KWIDZYN, Poland – The Teutonic Knights have long been reviled in Poland, where the Germanic warriors swept in during the Middle Ages and converted pagans to Christianity at the point of a sword.

Many here see them as an early incarnation of a Germany that has attacked Poland over the centuries, most recently in World War II.

But now one Polish town is putting all grudges aside and celebrating the memory of the Teutonic Knights in an attempt to highlight the rich history of this once-German municipality and stimulate tourism in a region still catching up with Western Europe economically.

In an elaborate ceremony Saturday that drew hundreds of people, Roman Catholic priests consecrated the newly discovered remains of three of the order’s 14th- and 15th-century leaders — or “grand masters” — with a Mass in the city’s St. John the Evangelist Cathedral.

The cathedral is part of a massive red-brick fortress that was once a base for the knights’ notorious raids, an imposing reminder to the town’s 40,000 inhabitants of its German past.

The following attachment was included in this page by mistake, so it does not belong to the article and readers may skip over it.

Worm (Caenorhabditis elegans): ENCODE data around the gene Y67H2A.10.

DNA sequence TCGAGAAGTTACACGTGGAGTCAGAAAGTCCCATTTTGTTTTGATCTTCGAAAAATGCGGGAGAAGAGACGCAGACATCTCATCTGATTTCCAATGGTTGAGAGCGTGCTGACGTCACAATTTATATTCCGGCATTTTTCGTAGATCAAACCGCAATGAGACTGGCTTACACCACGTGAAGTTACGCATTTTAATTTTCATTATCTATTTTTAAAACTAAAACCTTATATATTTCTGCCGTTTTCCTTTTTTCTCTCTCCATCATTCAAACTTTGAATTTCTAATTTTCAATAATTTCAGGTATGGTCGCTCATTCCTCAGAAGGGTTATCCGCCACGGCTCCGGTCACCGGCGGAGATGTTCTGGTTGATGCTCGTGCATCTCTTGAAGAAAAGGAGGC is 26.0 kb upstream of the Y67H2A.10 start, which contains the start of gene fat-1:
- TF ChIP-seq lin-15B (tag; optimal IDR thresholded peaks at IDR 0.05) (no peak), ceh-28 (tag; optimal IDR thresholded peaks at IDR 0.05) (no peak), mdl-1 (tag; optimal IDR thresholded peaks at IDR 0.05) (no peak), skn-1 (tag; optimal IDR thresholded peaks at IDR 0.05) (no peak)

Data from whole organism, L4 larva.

The ceremony was celebrated by priests and modern-day representatives of the Teutonic order, which today exists as a religious order in Austria and six other European countries, and is devoted to helping the needy and doing educational and pastoral work. It was led by the Rev. Bruno Platter, who holds the title of Grand Master of the Teutonic Order. He was clad in the order’s trademark white coat with a black cross.

“Looking at this monumental cathedral which our order built in the 13th century, we feel a strong link with this place and we draw strength from it,” Platter said.

Kwidzyn was once the German town of Marienwerder and a key fortress of the Teutonic Knights in the Middle Ages. But the city fell to Poland in 1945 with Hitler’s defeat.